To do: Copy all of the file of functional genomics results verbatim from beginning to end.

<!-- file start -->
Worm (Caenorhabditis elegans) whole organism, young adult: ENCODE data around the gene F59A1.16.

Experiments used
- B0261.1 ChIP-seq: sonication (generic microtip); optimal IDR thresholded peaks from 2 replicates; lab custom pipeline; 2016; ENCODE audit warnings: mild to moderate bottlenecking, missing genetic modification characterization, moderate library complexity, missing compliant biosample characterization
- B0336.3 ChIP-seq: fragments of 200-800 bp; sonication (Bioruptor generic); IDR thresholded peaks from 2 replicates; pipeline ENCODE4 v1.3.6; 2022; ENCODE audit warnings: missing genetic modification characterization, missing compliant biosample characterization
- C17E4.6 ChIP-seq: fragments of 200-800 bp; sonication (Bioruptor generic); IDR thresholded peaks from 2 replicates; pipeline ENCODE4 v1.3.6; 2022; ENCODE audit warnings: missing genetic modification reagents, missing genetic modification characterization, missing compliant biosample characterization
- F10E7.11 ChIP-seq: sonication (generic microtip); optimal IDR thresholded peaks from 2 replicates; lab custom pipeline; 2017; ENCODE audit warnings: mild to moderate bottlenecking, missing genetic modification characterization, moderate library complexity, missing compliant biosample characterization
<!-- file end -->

Worm (Caenorhabditis elegans) whole organism, young adult: ENCODE data around the gene F59A1.16.

Experiments used
- B0261.1 ChIP-seq: sonication (generic microtip); optimal IDR thresholded peaks from 2 replicates; lab custom pipeline; 2016; ENCODE audit warnings: mild to moderate bottlenecking, missing genetic modification characterization, moderate library complexity, missing compliant biosample characterization
- B0336.3 ChIP-seq: fragments of 200-800 bp; sonication (Bioruptor generic); IDR thresholded peaks from 2 replicates; pipeline ENCODE4 v1.3.6; 2022; ENCODE audit warnings: missing genetic modification characterization, missing compliant biosample characterization
- C17E4.6 ChIP-seq: fragments of 200-800 bp; sonication (Bioruptor generic); IDR thresholded peaks from 2 replicates; pipeline ENCODE4 v1.3.6; 2022; ENCODE audit warnings: missing genetic modification reagents, missing genetic modification characterization, missing compliant biosample characterization
- F10E7.11 ChIP-seq: sonication (generic microtip); optimal IDR thresholded peaks from 2 replicates; lab custom pipeline; 2017; ENCODE audit warnings: mild to moderate bottlenecking, missing genetic modification characterization, moderate library complexity, missing compliant biosample characterization